In October 1959, Oswald immigrated to the Soviet Union. He was nineteen, and the trip was planned well in advance. Along with having taught himself rudimentary Russian, he had saved $1,500 of his Marine Corps salary, got an early "hardship" discharge by (falsely) claiming he needed to care for his injured mother, got a passport, and submitted several fictional applications to foreign universities in order to obtain a student visa (and possibly help avoid Marine Corps reserve duty).
After spending only three days with his mother in Fort Worth, he departed by ship from New Orleans on September 20, 1959, for the Soviet Union, first arriving in Le Havre in France, then to London,England and eventually Oswald to a Finnair flight to Helsinki, Finland as part of a package tour. Oswald landed to Helsinki airport in October 10 at 23.30 a.m. he registered at the Hotel Torni but two days later , he moved to the Kurki Hotel.Oswald applied for a visa at the embassy on October 12, his first business day in Helsinki. Oswalds visa was issued on October 14. It was valid until October 20 and permitted him to take one trip of not more than 6 days to the Soviet Union. He left from Helsinki Central Railway Station by train next day on October 15 to Moscow and when he crossed the Finnish-Russian border at Vainikkala, he arrived to Moscow on October 16."  When he arrived in the Soviet Union and showed up unexpectedly at the Embassy in Moscow, he said he wanted to renounce his U.S. citizenship. When the Navy Department learned of this, it changed Oswald's Marine Corps discharge from "hardship/honorable" to "undesirable."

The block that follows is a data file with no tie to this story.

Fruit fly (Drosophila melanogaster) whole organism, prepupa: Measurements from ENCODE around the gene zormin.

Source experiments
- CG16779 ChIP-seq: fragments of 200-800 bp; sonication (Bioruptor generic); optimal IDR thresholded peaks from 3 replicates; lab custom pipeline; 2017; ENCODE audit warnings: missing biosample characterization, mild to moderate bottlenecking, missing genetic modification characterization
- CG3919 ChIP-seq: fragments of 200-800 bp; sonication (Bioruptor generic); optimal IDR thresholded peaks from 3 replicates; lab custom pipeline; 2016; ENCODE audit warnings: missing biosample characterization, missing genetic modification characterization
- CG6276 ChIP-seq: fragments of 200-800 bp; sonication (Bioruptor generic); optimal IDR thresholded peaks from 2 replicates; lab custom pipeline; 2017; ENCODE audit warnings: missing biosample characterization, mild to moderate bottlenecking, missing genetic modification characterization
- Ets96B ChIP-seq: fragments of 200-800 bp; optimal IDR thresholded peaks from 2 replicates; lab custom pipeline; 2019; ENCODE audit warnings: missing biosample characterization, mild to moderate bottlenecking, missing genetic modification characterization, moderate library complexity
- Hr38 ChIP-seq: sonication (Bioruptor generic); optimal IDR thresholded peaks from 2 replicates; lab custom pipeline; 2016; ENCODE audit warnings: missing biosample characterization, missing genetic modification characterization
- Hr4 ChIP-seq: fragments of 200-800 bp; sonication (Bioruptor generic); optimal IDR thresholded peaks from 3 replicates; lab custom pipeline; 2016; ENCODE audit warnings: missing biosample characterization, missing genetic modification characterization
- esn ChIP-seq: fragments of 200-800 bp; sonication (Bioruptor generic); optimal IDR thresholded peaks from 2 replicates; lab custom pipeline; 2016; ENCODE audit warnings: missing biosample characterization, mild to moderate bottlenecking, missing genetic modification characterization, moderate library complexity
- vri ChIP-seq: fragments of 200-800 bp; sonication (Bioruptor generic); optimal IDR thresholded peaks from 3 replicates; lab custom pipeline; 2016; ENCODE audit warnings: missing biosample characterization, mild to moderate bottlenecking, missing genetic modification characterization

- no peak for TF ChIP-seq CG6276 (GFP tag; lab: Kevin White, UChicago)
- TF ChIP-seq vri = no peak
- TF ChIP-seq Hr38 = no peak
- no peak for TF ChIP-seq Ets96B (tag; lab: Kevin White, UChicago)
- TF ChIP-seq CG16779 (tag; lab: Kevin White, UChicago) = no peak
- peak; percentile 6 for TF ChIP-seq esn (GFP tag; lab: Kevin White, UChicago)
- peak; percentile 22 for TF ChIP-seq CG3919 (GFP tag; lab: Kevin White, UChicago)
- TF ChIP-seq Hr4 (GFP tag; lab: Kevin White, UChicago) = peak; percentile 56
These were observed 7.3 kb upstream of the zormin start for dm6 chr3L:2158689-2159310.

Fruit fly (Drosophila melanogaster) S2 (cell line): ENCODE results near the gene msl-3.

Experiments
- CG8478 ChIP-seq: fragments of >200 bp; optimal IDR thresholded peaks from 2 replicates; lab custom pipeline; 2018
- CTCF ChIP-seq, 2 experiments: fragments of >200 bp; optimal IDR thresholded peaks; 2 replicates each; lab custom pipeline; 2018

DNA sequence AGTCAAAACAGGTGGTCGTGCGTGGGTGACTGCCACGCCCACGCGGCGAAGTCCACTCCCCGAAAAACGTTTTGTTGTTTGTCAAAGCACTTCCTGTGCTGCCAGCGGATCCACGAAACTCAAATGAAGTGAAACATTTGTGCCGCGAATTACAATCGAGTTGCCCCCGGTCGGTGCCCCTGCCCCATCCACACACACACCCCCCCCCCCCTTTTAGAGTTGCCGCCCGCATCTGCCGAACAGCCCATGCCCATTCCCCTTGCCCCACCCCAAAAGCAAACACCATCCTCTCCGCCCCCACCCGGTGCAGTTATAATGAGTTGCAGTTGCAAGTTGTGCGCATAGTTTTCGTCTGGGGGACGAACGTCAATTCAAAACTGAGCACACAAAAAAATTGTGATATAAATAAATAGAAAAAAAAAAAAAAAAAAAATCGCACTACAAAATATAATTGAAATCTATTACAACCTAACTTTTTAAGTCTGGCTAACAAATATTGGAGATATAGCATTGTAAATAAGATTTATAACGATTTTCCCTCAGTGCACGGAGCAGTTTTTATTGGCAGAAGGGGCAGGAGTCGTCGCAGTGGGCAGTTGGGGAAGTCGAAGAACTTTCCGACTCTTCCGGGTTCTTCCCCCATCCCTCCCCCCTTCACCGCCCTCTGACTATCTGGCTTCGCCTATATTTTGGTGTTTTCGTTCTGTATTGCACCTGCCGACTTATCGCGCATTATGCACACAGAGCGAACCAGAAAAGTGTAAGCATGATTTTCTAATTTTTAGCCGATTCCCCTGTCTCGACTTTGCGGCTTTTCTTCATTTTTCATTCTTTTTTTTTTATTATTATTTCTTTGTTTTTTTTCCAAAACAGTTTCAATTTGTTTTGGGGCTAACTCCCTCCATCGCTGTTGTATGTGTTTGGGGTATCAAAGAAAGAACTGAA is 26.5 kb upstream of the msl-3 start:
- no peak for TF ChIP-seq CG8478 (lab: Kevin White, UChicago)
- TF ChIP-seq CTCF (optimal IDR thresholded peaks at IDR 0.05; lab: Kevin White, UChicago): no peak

Oswald told a reporter in Moscow, "For two years I've had it in my mind, don't form any attachments, because I knew I was going away. I was planning to divest myself of everything to do with the United States." To another reporter he said, "I would not consider returning to the United States," and referred to the Soviet government as "my government." His wish to remain in the Soviet Union was initially applauded by the Soviets, but although he had some technical knowledge acquired in the Marines they soon discovered he had little of real value to offer the Soviet Union and his application for Soviet residency was rejected. In response, Oswald made a bloody but minor cut to his left wrist in his hotel room bathtub. After bandaging his superficial injury, the cautious Soviets kept him under psychiatric observation at the Botkin Hospital. Although this attempt may have been no more than an attention-getting ruse, the Soviet government feared an international incident if he were to attempt something similar again.
Oswald returned to New Orleans, arriving on the morning of April 25, 1963 looking for work. After Oswald got a job as a machinery greaser with the Reily Coffee Company in May, Marina was driven there by family friend Ruth Paine. Oswald was fired for inefficiency and dereliction of duty on July 19.
During this period, Oswald began to consider returning to the Soviet Union or going to Cuba. He had Marina write to the Soviet Embassy in Washington, D.C. about the possibility of their returning to the Soviet Union. His Marxist ideals became focused on Fidel Castro and Cuba and he soon became a vocal pro-Castro advocate.
Discovery Channel has a special on tonight at 9PM Eastern time called, “JFK: Inside the Target Car”
Oswald’s Ghost tomorrow night on American Experience PBS.
You can dig a little deeper than wiki, ya know. Anyone who has done any reading at all about the subject know about Oswald’s supposed Commie persona.
Besides, that’s not what the story is about.
There is so much these popular documentaries leave out when it involves communists and/or the communist movement. Don’t expect to find any mention at all of Oswald’s strong pro-Soviet, pro-Castro sympathies.
All righty, then.